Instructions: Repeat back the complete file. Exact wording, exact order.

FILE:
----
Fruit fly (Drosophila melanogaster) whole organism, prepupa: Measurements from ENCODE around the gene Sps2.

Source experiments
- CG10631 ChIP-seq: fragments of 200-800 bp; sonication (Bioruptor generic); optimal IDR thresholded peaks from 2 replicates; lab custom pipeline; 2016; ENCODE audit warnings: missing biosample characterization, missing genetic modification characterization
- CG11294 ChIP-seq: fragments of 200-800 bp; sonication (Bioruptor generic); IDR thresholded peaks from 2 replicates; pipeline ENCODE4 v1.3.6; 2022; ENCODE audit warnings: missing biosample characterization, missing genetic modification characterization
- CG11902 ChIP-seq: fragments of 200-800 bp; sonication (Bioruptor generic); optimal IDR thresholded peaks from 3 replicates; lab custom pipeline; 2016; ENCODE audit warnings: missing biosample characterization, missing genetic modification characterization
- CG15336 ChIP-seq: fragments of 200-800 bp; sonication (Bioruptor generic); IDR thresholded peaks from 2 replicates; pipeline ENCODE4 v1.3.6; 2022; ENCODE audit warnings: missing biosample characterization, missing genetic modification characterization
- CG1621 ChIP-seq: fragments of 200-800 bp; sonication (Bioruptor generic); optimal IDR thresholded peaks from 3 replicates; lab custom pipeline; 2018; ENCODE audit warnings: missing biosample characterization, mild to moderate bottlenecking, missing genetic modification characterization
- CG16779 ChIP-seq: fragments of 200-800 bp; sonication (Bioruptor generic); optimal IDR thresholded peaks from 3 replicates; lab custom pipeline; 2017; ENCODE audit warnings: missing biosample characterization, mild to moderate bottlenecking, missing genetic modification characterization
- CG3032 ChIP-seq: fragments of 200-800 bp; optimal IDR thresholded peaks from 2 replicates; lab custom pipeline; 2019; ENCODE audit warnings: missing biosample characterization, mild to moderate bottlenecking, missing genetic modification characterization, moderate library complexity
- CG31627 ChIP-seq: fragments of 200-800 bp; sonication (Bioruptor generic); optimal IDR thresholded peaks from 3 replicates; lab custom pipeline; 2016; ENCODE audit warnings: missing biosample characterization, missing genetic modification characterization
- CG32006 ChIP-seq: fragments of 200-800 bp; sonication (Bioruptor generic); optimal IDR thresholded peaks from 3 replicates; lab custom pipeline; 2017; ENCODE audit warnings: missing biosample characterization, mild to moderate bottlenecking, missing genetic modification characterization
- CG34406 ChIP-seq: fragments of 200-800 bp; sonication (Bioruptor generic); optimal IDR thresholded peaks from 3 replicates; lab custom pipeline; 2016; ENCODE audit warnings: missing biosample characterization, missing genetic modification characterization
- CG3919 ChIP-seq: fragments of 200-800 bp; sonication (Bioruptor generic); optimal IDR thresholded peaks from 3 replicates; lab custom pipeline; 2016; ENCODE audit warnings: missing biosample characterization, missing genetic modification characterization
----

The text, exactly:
Fruit fly (Drosophila melanogaster) whole organism, prepupa: Measurements from ENCODE around the gene Sps2.

Source experiments
- CG10631 ChIP-seq: fragments of 200-800 bp; sonication (Bioruptor generic); optimal IDR thresholded peaks from 2 replicates; lab custom pipeline; 2016; ENCODE audit warnings: missing biosample characterization, missing genetic modification characterization
- CG11294 ChIP-seq: fragments of 200-800 bp; sonication (Bioruptor generic); IDR thresholded peaks from 2 replicates; pipeline ENCODE4 v1.3.6; 2022; ENCODE audit warnings: missing biosample characterization, missing genetic modification characterization
- CG11902 ChIP-seq: fragments of 200-800 bp; sonication (Bioruptor generic); optimal IDR thresholded peaks from 3 replicates; lab custom pipeline; 2016; ENCODE audit warnings: missing biosample characterization, missing genetic modification characterization
- CG15336 ChIP-seq: fragments of 200-800 bp; sonication (Bioruptor generic); IDR thresholded peaks from 2 replicates; pipeline ENCODE4 v1.3.6; 2022; ENCODE audit warnings: missing biosample characterization, missing genetic modification characterization
- CG1621 ChIP-seq: fragments of 200-800 bp; sonication (Bioruptor generic); optimal IDR thresholded peaks from 3 replicates; lab custom pipeline; 2018; ENCODE audit warnings: missing biosample characterization, mild to moderate bottlenecking, missing genetic modification characterization
- CG16779 ChIP-seq: fragments of 200-800 bp; sonication (Bioruptor generic); optimal IDR thresholded peaks from 3 replicates; lab custom pipeline; 2017; ENCODE audit warnings: missing biosample characterization, mild to moderate bottlenecking, missing genetic modification characterization
- CG3032 ChIP-seq: fragments of 200-800 bp; optimal IDR thresholded peaks from 2 replicates; lab custom pipeline; 2019; ENCODE audit warnings: missing biosample characterization, mild to moderate bottlenecking, missing genetic modification characterization, moderate library complexity
- CG31627 ChIP-seq: fragments of 200-800 bp; sonication (Bioruptor generic); optimal IDR thresholded peaks from 3 replicates; lab custom pipeline; 2016; ENCODE audit warnings: missing biosample characterization, missing genetic modification characterization
- CG32006 ChIP-seq: fragments of 200-800 bp; sonication (Bioruptor generic); optimal IDR thresholded peaks from 3 replicates; lab custom pipeline; 2017; ENCODE audit warnings: missing biosample characterization, mild to moderate bottlenecking, missing genetic modification characterization
- CG34406 ChIP-seq: fragments of 200-800 bp; sonication (Bioruptor generic); optimal IDR thresholded peaks from 3 replicates; lab custom pipeline; 2016; ENCODE audit warnings: missing biosample characterization, missing genetic modification characterization
- CG3919 ChIP-seq: fragments of 200-800 bp; sonication (Bioruptor generic); optimal IDR thresholded peaks from 3 replicates; lab custom pipeline; 2016; ENCODE audit warnings: missing biosample characterization, missing genetic modification characterization